13 January 2011

Advanced UAVs On The Horizon

The next generation of military UAVs will be bigger, faster, and boast more firepower. Are we seeing the beginning of the end of manned fighters and bombers?
The massive Global Observer, built by AeroVironment of Monrovia, Calif., is capable of flying for days at a stratosphere-skimming 65,000 feet, out of range of most anti-aircraft missiles. The plane is built to survey 280,000 square miles — an area larger than Afghanistan — at a single glance. That would give the Pentagon an "unblinking eye" over the war zone and offer a cheaper, more effective alternative to spy satellites watching from outer space.

The estimated $30 million robotic aircraft is one of three revolutionary drones being tested in coming weeks at Edwards Air Force Base.

Another is the bat-winged X-47B drone, built by Northrop Grumman, which could carry laser-guided bombs and be launched from an aircraft carrier. The third is Boeing's Phantom Ray drone that could slip behind enemy lines to knock out radar installations, clearing the way for fighters and bombers.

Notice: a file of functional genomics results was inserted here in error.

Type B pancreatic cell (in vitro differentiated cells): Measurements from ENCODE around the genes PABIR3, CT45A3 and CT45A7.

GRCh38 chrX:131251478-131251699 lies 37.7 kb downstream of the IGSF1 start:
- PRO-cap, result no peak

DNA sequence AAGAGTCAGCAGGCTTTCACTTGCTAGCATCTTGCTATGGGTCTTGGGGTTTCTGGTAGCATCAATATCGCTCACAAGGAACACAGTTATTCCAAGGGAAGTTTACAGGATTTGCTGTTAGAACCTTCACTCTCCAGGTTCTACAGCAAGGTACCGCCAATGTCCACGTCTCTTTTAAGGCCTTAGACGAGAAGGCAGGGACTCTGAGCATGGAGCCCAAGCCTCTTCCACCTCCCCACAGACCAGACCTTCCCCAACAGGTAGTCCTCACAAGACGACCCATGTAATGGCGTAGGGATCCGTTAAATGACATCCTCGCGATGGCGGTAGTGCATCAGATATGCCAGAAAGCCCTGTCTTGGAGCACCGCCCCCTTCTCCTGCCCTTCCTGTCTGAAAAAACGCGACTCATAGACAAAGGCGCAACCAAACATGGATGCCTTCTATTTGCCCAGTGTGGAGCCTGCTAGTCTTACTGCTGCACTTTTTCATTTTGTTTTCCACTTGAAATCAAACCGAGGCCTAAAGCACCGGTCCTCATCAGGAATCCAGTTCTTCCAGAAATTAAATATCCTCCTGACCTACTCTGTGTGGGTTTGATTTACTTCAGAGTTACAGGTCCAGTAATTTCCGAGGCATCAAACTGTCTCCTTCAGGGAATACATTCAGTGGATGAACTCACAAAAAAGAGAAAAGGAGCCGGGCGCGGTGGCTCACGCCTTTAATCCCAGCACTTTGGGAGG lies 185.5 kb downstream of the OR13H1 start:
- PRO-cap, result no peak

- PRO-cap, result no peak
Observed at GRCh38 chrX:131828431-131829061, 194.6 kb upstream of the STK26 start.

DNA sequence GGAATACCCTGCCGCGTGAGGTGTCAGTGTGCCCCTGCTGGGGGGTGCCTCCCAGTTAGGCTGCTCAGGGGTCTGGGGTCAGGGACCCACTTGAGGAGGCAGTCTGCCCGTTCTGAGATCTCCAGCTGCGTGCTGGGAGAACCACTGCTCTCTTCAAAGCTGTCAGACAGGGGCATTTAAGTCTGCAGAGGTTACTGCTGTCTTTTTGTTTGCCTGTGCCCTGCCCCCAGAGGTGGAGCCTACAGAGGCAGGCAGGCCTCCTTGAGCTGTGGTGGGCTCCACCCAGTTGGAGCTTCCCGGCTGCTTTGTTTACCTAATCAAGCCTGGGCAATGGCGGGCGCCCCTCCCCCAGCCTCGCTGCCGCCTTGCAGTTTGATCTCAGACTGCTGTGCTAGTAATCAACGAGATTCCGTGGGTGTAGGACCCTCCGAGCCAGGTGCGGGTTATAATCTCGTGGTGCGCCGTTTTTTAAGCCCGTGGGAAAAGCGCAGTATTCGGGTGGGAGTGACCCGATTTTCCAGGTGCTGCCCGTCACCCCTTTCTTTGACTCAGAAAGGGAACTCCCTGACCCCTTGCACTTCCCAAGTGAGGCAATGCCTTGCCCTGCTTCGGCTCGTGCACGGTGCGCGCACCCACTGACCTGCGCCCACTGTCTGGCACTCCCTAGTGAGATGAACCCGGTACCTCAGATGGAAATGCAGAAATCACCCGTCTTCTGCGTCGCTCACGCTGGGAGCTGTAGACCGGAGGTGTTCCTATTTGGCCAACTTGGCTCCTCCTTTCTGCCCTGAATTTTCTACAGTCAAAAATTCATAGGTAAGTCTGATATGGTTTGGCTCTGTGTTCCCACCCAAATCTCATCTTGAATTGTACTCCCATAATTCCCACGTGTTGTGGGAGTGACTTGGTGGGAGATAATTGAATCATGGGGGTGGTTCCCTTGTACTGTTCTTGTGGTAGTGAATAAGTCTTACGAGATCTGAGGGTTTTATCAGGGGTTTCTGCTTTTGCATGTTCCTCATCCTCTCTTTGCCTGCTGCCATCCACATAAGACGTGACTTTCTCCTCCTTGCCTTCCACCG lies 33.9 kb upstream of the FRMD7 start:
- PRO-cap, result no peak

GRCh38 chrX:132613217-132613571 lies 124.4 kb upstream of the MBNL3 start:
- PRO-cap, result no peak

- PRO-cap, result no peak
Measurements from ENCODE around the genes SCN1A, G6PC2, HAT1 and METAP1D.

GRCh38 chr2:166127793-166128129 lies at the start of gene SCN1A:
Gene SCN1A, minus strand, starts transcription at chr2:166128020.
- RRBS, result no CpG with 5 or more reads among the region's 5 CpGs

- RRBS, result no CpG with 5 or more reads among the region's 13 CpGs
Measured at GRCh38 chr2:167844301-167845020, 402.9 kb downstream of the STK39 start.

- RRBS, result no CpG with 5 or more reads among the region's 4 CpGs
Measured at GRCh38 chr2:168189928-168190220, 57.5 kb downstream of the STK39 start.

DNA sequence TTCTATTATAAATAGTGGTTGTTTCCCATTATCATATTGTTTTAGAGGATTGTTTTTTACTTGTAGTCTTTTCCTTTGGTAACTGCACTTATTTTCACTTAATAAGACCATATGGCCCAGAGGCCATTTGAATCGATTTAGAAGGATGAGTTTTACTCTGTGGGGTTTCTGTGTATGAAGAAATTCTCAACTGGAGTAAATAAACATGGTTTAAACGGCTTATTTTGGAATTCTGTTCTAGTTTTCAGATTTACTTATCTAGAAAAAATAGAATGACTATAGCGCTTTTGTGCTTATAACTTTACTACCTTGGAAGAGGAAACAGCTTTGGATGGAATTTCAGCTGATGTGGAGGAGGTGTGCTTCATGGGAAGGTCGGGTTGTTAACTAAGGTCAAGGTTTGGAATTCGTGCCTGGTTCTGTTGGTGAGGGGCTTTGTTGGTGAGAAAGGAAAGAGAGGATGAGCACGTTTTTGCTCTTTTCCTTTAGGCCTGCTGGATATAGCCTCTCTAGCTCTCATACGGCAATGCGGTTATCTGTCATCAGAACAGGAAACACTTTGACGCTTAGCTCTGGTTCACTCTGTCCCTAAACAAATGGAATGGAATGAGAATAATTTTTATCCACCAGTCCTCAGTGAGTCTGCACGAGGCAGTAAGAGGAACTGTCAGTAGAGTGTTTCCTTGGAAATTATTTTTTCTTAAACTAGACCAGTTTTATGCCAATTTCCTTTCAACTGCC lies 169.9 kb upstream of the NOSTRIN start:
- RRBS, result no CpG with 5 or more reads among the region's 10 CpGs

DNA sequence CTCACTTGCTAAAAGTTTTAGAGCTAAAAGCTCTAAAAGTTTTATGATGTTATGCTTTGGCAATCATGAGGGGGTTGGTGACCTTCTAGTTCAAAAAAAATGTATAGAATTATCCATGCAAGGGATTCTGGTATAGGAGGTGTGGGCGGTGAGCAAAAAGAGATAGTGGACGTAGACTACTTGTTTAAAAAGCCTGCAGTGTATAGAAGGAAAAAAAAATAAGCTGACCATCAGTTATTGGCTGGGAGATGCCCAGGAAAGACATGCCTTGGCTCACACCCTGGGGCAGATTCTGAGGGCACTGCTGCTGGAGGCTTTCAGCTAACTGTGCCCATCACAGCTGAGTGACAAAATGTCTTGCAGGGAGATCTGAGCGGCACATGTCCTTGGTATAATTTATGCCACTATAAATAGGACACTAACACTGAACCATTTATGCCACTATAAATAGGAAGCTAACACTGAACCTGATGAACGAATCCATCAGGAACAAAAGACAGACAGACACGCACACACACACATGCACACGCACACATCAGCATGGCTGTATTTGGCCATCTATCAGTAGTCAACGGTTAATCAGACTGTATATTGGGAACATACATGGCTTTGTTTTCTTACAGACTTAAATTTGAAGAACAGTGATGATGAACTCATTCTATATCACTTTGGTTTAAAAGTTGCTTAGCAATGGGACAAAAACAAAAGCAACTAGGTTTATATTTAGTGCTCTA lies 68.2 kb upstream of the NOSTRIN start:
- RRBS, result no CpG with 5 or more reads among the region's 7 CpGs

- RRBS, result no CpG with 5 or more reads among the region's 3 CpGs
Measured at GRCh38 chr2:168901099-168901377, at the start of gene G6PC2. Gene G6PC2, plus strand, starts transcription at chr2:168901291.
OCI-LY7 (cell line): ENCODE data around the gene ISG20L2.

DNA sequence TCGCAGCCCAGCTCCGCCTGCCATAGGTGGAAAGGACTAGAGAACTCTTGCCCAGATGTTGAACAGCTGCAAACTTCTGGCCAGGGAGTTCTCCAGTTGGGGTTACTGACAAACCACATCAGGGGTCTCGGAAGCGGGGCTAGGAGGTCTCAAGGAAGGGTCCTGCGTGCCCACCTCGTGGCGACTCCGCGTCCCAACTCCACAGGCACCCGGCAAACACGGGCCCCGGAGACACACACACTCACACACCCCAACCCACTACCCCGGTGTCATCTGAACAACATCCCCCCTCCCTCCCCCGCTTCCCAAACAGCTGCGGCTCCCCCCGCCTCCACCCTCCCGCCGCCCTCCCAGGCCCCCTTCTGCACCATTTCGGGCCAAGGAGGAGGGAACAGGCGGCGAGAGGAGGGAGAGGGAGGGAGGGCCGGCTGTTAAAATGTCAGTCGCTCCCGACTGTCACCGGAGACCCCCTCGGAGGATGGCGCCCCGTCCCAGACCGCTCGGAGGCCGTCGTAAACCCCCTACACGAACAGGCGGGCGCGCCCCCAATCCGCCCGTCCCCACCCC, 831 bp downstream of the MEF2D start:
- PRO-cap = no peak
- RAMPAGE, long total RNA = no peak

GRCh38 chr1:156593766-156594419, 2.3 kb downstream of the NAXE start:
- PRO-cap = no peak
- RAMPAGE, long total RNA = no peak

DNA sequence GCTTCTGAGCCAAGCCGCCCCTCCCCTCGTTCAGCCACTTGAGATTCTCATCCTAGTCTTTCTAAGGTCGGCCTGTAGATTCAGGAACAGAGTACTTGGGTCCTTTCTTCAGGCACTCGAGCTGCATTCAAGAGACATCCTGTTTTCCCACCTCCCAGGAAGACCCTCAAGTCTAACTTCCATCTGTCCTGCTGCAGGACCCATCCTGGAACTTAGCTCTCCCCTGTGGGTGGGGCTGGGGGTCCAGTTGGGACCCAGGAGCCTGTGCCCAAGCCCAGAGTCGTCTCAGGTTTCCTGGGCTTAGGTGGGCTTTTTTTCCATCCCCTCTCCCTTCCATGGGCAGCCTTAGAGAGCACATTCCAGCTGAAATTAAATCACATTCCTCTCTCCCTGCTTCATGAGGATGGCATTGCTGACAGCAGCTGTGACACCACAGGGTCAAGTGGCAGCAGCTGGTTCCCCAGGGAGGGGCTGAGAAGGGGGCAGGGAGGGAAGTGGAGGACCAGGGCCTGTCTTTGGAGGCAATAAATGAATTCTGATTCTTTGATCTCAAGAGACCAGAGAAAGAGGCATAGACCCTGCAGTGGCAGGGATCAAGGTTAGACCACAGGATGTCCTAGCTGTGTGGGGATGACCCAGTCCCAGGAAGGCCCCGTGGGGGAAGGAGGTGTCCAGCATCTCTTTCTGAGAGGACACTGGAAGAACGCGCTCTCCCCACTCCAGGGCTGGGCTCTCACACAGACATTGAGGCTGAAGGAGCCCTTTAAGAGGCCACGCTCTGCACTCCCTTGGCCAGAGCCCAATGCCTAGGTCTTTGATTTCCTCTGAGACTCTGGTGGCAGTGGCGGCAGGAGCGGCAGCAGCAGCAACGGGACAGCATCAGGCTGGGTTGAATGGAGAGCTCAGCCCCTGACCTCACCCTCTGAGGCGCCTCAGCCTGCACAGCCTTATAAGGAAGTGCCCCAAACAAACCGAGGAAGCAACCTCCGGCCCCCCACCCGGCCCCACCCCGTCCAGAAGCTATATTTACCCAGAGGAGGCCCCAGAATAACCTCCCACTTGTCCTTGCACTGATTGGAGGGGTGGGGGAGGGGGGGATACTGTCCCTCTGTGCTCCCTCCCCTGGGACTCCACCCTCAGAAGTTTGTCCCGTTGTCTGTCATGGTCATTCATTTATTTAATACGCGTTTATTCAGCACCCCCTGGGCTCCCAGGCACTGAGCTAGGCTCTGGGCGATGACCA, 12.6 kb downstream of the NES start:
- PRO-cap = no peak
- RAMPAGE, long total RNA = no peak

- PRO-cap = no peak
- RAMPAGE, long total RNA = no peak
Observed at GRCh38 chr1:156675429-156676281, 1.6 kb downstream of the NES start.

These aircraft would represent a major technological advance over the Predator and Reaper drones that the Obama administration has deployed as a central element of the U.S. military campaign in Afghanistan. Unlike most of the fleet of more than 7,000 drones, the new remotely piloted planes will have jet engines and the ability to evade enemy radar.
By: Shelldrake

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